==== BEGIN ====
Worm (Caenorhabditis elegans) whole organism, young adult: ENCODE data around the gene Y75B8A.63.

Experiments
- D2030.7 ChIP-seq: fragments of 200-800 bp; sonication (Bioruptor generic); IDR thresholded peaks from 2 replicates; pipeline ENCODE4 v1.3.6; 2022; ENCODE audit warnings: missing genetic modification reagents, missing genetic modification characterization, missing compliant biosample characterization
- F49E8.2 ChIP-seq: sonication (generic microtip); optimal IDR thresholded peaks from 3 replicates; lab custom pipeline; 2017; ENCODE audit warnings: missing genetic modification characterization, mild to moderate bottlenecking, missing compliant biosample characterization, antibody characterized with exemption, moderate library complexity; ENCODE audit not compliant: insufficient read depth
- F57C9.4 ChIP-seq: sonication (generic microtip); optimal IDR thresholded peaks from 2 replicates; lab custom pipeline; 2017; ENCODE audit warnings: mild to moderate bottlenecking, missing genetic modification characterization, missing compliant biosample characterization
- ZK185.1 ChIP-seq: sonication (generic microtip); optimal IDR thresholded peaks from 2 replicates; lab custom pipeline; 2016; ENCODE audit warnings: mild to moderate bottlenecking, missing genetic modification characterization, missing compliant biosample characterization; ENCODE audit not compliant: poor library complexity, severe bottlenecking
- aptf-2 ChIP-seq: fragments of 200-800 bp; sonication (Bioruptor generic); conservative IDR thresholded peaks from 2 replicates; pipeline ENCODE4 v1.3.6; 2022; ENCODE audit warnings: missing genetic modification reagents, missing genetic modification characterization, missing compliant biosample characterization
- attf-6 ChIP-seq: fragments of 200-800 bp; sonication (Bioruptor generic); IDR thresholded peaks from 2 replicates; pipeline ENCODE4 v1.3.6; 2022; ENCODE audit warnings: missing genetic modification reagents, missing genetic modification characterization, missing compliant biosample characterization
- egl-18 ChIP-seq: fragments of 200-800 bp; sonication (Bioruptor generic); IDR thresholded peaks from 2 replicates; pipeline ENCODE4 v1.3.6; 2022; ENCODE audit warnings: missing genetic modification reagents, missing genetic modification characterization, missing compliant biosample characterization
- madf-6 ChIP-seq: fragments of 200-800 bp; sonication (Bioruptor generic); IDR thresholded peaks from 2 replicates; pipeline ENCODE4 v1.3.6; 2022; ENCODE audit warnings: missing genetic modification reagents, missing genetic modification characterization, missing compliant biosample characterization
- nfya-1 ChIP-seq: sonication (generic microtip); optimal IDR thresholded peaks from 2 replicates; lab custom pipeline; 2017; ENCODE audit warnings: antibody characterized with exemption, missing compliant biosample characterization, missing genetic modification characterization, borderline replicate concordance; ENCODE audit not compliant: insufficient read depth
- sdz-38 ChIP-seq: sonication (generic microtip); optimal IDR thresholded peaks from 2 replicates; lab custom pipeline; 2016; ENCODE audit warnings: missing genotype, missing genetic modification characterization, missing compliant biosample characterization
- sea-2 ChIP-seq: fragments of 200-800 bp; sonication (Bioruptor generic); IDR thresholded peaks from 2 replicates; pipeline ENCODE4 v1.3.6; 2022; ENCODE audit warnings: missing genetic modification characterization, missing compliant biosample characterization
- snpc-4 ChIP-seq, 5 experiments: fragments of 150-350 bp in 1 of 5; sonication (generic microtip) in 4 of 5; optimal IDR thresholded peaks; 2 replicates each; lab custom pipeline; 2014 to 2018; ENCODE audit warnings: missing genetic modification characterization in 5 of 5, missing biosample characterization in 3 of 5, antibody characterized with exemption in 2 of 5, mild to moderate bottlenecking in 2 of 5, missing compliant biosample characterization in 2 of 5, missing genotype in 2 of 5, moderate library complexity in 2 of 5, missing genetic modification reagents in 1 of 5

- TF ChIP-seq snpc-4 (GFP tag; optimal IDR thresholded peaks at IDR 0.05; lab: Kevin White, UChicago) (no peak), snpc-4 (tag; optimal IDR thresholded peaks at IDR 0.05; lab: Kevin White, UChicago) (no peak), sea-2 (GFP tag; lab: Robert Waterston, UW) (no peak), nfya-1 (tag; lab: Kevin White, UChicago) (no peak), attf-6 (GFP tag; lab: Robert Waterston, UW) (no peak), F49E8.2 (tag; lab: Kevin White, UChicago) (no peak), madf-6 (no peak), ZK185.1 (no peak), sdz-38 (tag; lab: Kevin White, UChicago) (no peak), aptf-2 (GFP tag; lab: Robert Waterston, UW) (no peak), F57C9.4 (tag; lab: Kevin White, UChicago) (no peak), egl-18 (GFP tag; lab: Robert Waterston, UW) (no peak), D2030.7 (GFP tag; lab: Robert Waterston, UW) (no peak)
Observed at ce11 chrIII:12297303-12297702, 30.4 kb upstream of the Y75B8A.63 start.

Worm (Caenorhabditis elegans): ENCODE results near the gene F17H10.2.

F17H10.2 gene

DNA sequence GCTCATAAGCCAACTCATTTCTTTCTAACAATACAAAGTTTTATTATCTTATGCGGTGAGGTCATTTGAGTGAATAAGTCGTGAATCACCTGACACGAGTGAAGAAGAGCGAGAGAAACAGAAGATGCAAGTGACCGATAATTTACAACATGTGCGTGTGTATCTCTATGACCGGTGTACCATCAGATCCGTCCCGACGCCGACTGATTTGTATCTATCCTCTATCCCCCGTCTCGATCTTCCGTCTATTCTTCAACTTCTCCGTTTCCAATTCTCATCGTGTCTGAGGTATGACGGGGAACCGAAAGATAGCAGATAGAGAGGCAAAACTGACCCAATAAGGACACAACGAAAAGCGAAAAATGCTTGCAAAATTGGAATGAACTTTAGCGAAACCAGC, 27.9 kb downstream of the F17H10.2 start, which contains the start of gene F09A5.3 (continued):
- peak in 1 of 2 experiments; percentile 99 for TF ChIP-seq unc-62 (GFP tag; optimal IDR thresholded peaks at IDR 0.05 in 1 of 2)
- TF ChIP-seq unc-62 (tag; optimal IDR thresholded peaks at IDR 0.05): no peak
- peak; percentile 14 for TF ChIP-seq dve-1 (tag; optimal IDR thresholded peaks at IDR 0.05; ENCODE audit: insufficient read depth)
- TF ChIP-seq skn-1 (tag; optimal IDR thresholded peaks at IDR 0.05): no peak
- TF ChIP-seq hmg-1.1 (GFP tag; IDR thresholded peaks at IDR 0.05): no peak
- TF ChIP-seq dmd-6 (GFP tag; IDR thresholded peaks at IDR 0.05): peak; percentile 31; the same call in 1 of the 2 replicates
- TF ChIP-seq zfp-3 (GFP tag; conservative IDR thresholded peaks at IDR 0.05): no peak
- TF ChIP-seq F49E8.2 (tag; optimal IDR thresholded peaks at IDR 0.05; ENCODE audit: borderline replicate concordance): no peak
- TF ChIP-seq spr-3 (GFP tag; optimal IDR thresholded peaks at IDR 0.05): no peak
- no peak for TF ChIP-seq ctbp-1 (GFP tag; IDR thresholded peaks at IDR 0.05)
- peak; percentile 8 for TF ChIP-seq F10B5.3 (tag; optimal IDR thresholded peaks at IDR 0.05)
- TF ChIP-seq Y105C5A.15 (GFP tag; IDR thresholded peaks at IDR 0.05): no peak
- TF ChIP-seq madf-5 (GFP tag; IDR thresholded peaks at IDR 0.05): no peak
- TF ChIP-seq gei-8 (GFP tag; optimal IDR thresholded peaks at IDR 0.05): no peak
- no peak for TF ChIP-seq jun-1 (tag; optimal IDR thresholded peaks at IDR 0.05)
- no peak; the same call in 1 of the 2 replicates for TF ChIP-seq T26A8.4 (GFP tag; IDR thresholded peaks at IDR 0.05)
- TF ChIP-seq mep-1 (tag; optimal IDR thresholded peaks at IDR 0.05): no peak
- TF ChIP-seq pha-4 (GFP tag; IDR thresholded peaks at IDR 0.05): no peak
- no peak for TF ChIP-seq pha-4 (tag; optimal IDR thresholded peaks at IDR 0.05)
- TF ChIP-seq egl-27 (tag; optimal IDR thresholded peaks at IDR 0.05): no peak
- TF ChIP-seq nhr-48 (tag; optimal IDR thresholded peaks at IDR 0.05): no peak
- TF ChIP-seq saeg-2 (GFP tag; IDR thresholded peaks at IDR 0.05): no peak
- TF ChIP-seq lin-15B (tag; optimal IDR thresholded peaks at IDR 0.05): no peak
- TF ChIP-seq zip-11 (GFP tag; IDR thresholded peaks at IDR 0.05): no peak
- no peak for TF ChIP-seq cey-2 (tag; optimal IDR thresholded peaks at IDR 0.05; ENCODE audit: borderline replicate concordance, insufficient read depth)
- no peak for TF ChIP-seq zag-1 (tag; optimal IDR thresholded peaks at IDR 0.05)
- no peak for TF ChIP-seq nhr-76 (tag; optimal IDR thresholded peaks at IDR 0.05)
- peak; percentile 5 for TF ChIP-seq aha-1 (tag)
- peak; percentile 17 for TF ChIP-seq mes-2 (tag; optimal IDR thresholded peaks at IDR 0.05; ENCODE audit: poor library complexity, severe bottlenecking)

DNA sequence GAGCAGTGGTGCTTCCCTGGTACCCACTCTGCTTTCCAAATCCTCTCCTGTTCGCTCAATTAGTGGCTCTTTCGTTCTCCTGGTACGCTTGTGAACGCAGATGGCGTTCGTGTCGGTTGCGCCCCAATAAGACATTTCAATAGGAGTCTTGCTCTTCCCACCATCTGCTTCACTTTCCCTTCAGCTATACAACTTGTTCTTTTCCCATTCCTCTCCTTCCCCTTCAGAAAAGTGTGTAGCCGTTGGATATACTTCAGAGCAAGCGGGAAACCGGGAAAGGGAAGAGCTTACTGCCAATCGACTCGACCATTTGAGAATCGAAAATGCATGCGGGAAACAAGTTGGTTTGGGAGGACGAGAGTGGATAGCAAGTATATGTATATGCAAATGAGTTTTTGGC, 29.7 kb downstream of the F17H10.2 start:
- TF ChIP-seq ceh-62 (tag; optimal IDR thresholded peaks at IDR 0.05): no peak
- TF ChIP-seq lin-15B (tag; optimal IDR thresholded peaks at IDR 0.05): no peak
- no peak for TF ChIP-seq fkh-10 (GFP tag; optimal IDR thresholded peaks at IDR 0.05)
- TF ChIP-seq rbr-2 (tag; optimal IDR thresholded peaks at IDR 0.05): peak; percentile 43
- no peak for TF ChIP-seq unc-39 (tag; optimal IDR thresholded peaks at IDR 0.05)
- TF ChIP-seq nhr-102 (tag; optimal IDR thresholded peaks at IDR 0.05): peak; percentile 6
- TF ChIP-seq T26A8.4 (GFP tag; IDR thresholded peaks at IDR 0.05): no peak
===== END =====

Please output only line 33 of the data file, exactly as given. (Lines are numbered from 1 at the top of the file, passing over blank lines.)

- TF ChIP-seq gei-8 (GFP tag; optimal IDR thresholded peaks at IDR 0.05): no peak